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Nearly one in every three Xbox 360 consoles fail, according to retailer reports

By several metrics, the Xbox 360 is the most successful console so far of this generation. Despite the startling pace of the Wii, the Xbox 360 still has the most consoles sold worldwide and the longest list of games and exclusives. For a gamer looking for online-enabled high-definition gaming today, the Xbox 360 appears to satisfy those needs.

One often overlooked factor when considering a console purchase is reliability, an area that is apparently where the Xbox 360 falls short. Anecdotal evidence is heavily pointing to Microsoft’s latest console as being significantly more prone to failure than what consumers are accustomed to.

Microsoft has said before that its Xbox 360 failure rate falls within three to five percent, what it believes to be well within industry standards. Internet reports from Xbox 360 owners, however, suggest that the failure rate is much higher than that.

In an effort to gain a more accurate picture of Xbox 360 failure rate, DailyTech decided to poll retail outlets that sell the Xbox 360 and with it the option to purchase an in-store extended warranty. Out of all Xbox 360 extended warranties sold, we wanted to know how many were claimed by consumers with defective consoles, thus giving us a more accurate failures percentage.

After contacting several retailers from various regions in North America, the responses were unanimous: the Xbox 360 is the least reliable gaming console in recent history. Current EB Games or GameStop employees who offered information did so under strict anonymity, as it is against company policy to reveal such information to the public. Furthermore, our sources confirmed that EB Games revised its Canadian warranty policies during early 2007 for consoles solely due to the failure rate of the Xbox 360.

EB Games held conference calls for its Canadian stores informing them of the new policy changes and revealing alarming failure rates of the Xbox 360. “The real numbers were between 30 to 33 percent,” said former EB Games employee Matthieu G., adding that failure rate was even greater for launch consoles. “We had 35 Xbox 360s at launch I know more than half of them broke within the first six months (red lights or making circles under the game discs). Two of them were dead on arrival.”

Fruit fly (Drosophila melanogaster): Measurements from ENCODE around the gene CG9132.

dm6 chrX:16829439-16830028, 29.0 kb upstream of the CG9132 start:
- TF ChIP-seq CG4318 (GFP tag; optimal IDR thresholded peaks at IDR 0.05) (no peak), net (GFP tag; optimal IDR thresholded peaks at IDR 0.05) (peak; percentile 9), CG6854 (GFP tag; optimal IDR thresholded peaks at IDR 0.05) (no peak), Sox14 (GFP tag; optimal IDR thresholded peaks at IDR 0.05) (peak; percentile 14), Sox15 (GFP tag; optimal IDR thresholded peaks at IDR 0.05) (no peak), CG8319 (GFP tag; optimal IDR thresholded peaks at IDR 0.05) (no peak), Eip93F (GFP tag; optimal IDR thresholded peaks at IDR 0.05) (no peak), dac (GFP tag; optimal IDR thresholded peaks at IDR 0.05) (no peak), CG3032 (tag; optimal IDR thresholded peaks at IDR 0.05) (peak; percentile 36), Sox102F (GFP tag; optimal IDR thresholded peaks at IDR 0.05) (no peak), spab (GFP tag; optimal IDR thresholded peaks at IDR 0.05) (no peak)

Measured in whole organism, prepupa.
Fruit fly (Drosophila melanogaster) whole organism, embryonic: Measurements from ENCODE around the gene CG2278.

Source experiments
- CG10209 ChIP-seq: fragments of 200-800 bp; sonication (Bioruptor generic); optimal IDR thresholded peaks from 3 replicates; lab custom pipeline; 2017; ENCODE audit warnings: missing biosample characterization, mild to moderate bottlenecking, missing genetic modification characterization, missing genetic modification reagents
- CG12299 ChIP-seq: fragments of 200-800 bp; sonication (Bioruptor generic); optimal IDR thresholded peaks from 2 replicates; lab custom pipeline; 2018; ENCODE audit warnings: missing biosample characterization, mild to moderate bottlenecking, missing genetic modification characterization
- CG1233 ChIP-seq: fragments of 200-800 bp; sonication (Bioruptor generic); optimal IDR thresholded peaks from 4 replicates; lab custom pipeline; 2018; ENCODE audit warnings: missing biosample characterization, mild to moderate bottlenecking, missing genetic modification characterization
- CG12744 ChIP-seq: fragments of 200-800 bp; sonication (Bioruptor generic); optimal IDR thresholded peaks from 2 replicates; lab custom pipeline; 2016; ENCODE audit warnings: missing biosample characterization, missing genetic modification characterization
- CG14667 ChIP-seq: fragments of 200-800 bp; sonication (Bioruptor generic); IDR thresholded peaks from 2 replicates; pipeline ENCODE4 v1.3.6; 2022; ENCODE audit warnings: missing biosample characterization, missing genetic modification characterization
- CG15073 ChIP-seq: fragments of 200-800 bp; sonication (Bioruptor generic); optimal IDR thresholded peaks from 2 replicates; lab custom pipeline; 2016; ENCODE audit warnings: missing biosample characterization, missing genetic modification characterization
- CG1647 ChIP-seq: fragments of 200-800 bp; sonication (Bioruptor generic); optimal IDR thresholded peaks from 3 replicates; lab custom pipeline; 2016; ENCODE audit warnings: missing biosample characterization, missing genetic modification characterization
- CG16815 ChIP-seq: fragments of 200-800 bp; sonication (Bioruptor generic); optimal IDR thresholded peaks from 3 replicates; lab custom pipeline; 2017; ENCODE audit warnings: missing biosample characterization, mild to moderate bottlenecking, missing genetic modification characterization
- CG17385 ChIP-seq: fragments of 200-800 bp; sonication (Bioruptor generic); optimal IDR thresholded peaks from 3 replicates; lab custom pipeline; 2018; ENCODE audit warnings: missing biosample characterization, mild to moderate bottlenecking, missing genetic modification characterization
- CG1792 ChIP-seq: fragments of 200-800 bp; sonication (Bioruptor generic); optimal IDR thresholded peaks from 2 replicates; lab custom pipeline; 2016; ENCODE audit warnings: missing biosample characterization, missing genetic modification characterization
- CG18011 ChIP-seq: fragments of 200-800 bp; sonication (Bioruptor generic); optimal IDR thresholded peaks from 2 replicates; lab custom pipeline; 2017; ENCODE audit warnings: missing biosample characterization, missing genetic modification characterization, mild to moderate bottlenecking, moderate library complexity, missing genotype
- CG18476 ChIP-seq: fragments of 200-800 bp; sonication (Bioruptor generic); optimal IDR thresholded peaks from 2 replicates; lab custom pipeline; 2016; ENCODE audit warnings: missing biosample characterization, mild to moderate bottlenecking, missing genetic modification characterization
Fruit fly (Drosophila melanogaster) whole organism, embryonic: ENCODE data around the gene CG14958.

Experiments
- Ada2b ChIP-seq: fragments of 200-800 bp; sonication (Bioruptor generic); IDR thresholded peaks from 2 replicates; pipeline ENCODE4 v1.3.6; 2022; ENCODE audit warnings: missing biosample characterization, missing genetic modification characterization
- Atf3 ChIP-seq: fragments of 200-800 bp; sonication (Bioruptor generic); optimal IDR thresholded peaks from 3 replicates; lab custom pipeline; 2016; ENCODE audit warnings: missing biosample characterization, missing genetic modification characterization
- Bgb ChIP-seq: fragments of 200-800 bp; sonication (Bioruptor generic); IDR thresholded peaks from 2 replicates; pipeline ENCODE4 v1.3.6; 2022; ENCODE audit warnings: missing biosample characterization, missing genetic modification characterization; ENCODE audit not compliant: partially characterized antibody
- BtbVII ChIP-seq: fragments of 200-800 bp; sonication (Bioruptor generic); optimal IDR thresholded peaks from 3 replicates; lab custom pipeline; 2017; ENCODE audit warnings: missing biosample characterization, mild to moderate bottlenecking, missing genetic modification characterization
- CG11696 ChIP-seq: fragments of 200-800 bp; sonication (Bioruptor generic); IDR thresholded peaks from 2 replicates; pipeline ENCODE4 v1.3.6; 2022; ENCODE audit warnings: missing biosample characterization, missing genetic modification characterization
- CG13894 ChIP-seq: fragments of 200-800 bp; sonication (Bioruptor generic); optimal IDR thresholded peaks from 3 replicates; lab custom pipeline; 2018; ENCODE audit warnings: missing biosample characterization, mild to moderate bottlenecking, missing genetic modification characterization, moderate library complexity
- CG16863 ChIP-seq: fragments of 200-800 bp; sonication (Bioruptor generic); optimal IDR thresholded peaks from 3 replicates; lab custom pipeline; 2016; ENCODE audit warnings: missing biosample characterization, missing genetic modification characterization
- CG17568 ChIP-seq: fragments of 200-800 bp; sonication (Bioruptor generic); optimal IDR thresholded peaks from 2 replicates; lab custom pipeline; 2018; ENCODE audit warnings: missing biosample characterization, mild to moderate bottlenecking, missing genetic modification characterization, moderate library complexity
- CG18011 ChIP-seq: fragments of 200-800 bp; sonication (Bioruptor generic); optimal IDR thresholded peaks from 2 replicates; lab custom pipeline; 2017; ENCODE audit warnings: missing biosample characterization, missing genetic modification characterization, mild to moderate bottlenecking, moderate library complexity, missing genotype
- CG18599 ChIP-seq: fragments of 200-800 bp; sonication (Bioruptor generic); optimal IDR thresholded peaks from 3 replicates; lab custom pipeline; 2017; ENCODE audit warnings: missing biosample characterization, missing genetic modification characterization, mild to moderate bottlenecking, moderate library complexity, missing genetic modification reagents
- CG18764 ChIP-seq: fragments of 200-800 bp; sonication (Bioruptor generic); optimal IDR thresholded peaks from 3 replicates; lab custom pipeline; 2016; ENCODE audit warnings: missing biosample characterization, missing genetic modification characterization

Interestingly, Microsoft has acknowledged that the initial batch of Xbox 360 consoles made during the launch window suffer from below average reliability. In response to an overwhelming defect rate of launch consoles, Microsoft agreed to repair all machines manufactured in 2005 free of charge, and issue a refund for those who already paid for repairs of launch units up until January 1, 2006.

The three flashing red lights – commonly referred to in gaming communities as the “Red Ring of Death” – is a sign of an Xbox 360 hardware failure. The sign is apparently common enough that Microsoft has added an option to its 1-800-4MY-XBOX support line that names “three flashing red lights” specifically.

As a result of the high failure rate of the Xbox 360, EB Games corporate nearly doubled the prices of its one-year, over-the-counter warranty. While the previous warranty would give a customer a brand new console in exchange for the broken one, the new policy now states that the customer will receive a refurbished console instead. The move was made because it was becoming too costly for the retailer to give the customer a brand-new machine, which still carries a store cost close to the MSRP. The price increase and policy change wasn’t exclusive to only the Xbox 360, however, as it also applies to all other Sony and Nintendo consoles sold.

The failure rate nearing a third of all Xbox 360 consoles was found at other retailers too. A Best Buy customer service department manager, who wished to remain unnamed, said that failure rates for the console were “between a quarter to a third” of all units sold.

“We see a ton of [Xbox 360s] come back all the time. We strongly push our customers to buy our service plans no matter what they buy, but it is especially important for them with the Xbox 360,” said the manager. “It’s a lucky thing for us that Microsoft extended the factory warranty to one year, because we were having a hell of a time dealing with the launch units. Now we don’t have to deal with those broken [Xbox 360s] until their second year, for those who have purchased the two year plans.”

In late 2006, Microsoft boosted the warranty of all Xbox 360 consoles to one year, up from 90-days previously. For gamers who are out of warranty, however, a replacement or repair will cost Xbox 360 customers $140.

When compared against other systems, the Xbox 360 is failing at higher rates than its current competitors and predecessors. Former EB Games worker Matthieu G. said that the failure rates for all other consoles were not high enough for the retailer to consider revising its policies, and guesses that most other console systems have a failure rate of less than one percent, including the PlayStation 3. Another EB Games manager, when asked if the store warranty was worth it, conceded that in the hundreds of Wii units sold at that location thus far, zero have come back as defective.